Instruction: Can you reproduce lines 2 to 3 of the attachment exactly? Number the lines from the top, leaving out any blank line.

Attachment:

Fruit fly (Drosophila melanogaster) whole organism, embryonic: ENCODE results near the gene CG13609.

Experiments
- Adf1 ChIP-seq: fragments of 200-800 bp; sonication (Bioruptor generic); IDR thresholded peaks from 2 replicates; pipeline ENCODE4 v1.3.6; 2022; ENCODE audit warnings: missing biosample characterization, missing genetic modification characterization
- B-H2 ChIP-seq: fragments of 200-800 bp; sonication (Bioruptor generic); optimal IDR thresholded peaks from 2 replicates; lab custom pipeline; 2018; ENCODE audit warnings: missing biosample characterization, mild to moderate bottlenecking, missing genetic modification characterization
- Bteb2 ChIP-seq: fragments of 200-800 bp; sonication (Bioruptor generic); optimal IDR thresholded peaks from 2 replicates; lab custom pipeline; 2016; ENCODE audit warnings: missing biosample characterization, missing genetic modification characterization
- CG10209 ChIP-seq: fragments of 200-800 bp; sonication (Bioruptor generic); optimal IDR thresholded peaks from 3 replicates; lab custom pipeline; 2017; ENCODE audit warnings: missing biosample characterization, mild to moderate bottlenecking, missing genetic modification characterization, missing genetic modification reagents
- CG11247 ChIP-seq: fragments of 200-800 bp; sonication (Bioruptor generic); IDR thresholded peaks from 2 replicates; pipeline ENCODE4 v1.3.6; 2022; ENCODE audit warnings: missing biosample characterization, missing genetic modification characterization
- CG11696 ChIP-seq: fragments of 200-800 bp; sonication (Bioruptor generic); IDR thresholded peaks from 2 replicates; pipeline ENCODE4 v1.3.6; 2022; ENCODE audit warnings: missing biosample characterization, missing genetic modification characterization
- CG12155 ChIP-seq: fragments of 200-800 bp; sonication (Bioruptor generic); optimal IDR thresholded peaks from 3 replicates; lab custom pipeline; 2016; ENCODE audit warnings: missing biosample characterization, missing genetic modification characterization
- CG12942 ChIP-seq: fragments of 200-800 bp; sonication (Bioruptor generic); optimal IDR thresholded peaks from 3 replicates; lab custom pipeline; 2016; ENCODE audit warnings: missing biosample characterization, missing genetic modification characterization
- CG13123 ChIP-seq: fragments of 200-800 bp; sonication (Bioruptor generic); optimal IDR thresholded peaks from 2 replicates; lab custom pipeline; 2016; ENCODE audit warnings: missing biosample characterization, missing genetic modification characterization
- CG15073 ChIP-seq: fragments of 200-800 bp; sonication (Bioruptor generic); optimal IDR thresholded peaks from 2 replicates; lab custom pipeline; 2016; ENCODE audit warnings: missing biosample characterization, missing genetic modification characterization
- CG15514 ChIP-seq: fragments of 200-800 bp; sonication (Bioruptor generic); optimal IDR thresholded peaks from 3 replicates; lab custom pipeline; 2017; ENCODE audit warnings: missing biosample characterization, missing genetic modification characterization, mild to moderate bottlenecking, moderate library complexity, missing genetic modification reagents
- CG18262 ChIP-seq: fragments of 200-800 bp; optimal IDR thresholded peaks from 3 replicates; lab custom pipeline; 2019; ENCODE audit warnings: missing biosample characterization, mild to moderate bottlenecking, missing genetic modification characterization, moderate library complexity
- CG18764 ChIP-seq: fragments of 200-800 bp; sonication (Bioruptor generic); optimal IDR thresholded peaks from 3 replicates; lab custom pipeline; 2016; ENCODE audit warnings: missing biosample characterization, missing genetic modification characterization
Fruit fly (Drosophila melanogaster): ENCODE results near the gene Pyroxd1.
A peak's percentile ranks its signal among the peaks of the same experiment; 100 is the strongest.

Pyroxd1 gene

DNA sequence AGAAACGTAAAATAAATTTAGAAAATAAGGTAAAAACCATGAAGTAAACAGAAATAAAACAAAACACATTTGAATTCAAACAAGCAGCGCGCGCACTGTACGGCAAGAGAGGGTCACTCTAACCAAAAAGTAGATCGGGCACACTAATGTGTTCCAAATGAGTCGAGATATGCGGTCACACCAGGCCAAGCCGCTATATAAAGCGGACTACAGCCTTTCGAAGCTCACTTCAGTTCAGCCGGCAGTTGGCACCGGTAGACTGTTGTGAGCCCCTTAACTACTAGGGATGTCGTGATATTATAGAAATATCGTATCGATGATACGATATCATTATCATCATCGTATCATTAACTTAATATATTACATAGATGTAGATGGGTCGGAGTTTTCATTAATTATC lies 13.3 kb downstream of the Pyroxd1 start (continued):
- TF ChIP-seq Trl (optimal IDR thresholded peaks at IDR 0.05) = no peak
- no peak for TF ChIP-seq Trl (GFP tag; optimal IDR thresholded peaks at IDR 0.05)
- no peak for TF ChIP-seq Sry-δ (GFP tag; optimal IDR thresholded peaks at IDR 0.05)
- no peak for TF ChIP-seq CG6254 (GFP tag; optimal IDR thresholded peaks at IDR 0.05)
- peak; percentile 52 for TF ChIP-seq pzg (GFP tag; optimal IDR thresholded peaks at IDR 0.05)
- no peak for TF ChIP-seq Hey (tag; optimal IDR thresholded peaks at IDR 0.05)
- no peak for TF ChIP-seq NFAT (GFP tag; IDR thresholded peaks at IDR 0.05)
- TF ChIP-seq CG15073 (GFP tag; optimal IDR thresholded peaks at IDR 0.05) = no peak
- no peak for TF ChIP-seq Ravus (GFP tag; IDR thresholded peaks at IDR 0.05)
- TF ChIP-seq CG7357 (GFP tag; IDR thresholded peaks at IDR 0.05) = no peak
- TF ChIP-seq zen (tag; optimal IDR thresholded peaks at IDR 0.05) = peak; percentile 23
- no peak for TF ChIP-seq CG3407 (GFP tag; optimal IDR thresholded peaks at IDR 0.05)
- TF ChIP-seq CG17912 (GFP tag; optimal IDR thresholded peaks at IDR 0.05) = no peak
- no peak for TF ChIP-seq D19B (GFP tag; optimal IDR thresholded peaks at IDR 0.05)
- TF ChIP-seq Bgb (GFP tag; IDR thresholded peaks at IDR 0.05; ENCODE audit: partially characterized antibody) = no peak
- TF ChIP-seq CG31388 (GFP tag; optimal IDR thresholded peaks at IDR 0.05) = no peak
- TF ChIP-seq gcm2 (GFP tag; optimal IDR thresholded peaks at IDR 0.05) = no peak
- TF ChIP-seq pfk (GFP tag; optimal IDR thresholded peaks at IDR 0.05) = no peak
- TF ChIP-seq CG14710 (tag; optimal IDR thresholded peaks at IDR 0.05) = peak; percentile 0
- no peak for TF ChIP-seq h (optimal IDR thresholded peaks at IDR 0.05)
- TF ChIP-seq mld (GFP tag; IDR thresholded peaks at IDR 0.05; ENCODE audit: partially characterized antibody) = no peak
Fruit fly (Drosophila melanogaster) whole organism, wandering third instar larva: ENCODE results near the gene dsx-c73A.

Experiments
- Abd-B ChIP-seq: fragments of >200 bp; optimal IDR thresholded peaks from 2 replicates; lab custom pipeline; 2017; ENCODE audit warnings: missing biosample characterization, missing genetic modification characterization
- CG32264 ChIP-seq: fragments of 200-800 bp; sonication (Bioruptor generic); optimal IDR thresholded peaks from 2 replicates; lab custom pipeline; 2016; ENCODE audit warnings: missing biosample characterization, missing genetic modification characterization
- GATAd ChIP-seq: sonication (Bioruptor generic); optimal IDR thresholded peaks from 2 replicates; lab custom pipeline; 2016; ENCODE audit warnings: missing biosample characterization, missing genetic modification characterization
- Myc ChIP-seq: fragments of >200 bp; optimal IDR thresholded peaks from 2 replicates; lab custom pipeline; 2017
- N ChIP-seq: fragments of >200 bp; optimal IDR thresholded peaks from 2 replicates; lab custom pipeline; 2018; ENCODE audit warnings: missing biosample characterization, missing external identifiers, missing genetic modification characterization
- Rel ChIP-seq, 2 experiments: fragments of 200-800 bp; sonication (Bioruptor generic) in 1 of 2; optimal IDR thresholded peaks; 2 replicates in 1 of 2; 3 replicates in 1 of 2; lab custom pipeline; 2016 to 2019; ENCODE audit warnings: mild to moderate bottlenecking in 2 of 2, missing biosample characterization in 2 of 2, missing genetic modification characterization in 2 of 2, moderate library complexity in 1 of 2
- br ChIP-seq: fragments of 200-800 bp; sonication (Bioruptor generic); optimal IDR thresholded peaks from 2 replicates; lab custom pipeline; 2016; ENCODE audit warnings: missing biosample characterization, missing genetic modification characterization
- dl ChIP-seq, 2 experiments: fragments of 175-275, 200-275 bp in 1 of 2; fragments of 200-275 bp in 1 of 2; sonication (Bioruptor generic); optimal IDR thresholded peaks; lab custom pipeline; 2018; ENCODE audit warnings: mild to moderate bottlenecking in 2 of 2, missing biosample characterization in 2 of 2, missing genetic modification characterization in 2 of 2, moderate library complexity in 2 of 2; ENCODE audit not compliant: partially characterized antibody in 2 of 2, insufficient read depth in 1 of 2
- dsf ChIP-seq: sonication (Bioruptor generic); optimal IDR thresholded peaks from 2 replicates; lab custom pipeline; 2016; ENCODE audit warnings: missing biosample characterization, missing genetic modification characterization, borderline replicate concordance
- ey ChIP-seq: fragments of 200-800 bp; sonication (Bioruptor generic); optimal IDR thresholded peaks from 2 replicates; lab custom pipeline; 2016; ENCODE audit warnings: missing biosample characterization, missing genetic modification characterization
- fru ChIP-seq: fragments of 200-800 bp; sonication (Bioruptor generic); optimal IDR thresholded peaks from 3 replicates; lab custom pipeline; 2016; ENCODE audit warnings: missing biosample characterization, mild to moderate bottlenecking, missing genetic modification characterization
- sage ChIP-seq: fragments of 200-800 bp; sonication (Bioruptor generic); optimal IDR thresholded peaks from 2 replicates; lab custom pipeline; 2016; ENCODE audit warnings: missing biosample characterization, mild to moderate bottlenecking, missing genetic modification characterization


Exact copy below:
Experiments
- Adf1 ChIP-seq: fragments of 200-800 bp; sonication (Bioruptor generic); IDR thresholded peaks from 2 replicates; pipeline ENCODE4 v1.3.6; 2022; ENCODE audit warnings: missing biosample characterization, missing genetic modification characterization